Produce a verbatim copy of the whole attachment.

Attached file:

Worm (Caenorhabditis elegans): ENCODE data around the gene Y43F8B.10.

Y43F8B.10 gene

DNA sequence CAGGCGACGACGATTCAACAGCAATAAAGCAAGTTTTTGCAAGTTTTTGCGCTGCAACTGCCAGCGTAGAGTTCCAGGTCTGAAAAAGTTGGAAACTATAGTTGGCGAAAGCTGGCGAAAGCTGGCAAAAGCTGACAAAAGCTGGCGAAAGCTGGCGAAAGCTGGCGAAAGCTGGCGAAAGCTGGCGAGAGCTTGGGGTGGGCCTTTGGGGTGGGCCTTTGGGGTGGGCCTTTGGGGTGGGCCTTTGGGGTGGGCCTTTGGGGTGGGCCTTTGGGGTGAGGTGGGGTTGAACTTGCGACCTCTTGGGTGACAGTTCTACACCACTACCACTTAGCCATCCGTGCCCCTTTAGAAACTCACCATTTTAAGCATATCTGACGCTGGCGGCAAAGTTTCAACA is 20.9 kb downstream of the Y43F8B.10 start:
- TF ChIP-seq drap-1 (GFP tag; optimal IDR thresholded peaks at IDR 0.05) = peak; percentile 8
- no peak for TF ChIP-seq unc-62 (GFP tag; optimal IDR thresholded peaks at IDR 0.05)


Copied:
Worm (Caenorhabditis elegans): ENCODE data around the gene Y43F8B.10.

Y43F8B.10 gene

DNA sequence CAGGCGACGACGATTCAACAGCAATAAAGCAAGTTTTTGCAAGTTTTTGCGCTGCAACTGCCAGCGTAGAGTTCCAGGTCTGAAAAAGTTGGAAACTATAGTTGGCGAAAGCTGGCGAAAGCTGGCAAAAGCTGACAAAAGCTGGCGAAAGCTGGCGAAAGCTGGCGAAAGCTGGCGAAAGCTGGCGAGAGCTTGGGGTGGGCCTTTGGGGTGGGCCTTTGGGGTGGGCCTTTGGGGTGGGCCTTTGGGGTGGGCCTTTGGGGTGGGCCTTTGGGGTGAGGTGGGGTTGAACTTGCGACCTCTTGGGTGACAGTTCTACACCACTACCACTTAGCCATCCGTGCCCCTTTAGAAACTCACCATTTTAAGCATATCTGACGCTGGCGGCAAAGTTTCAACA is 20.9 kb downstream of the Y43F8B.10 start:
- TF ChIP-seq drap-1 (GFP tag; optimal IDR thresholded peaks at IDR 0.05) = peak; percentile 8
- no peak for TF ChIP-seq unc-62 (GFP tag; optimal IDR thresholded peaks at IDR 0.05)